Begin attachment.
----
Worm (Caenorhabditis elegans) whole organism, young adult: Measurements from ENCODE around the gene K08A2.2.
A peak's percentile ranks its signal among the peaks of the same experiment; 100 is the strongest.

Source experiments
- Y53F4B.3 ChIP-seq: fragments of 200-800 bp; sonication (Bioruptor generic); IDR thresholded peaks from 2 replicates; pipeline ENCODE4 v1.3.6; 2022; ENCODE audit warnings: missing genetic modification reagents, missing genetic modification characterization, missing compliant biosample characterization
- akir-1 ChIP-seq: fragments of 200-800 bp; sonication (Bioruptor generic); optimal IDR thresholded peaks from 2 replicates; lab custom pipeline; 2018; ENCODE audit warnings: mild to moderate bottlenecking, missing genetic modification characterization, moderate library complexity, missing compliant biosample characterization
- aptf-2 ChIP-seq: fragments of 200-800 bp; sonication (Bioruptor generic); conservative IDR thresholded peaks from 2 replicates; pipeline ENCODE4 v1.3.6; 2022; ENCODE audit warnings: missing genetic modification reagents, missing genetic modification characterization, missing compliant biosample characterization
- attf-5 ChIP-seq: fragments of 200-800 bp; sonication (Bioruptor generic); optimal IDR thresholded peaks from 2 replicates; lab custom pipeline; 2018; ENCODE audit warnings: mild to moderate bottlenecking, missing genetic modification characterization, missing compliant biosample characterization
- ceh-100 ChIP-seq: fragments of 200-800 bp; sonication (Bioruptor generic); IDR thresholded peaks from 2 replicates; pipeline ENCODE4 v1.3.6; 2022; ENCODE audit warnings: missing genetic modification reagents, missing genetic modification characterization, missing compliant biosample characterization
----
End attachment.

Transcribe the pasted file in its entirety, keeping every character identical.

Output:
Worm (Caenorhabditis elegans) whole organism, young adult: Measurements from ENCODE around the gene K08A2.2.
A peak's percentile ranks its signal among the peaks of the same experiment; 100 is the strongest.

Source experiments
- Y53F4B.3 ChIP-seq: fragments of 200-800 bp; sonication (Bioruptor generic); IDR thresholded peaks from 2 replicates; pipeline ENCODE4 v1.3.6; 2022; ENCODE audit warnings: missing genetic modification reagents, missing genetic modification characterization, missing compliant biosample characterization
- akir-1 ChIP-seq: fragments of 200-800 bp; sonication (Bioruptor generic); optimal IDR thresholded peaks from 2 replicates; lab custom pipeline; 2018; ENCODE audit warnings: mild to moderate bottlenecking, missing genetic modification characterization, moderate library complexity, missing compliant biosample characterization
- aptf-2 ChIP-seq: fragments of 200-800 bp; sonication (Bioruptor generic); conservative IDR thresholded peaks from 2 replicates; pipeline ENCODE4 v1.3.6; 2022; ENCODE audit warnings: missing genetic modification reagents, missing genetic modification characterization, missing compliant biosample characterization
- attf-5 ChIP-seq: fragments of 200-800 bp; sonication (Bioruptor generic); optimal IDR thresholded peaks from 2 replicates; lab custom pipeline; 2018; ENCODE audit warnings: mild to moderate bottlenecking, missing genetic modification characterization, missing compliant biosample characterization
- ceh-100 ChIP-seq: fragments of 200-800 bp; sonication (Bioruptor generic); IDR thresholded peaks from 2 replicates; pipeline ENCODE4 v1.3.6; 2022; ENCODE audit warnings: missing genetic modification reagents, missing genetic modification characterization, missing compliant biosample characterization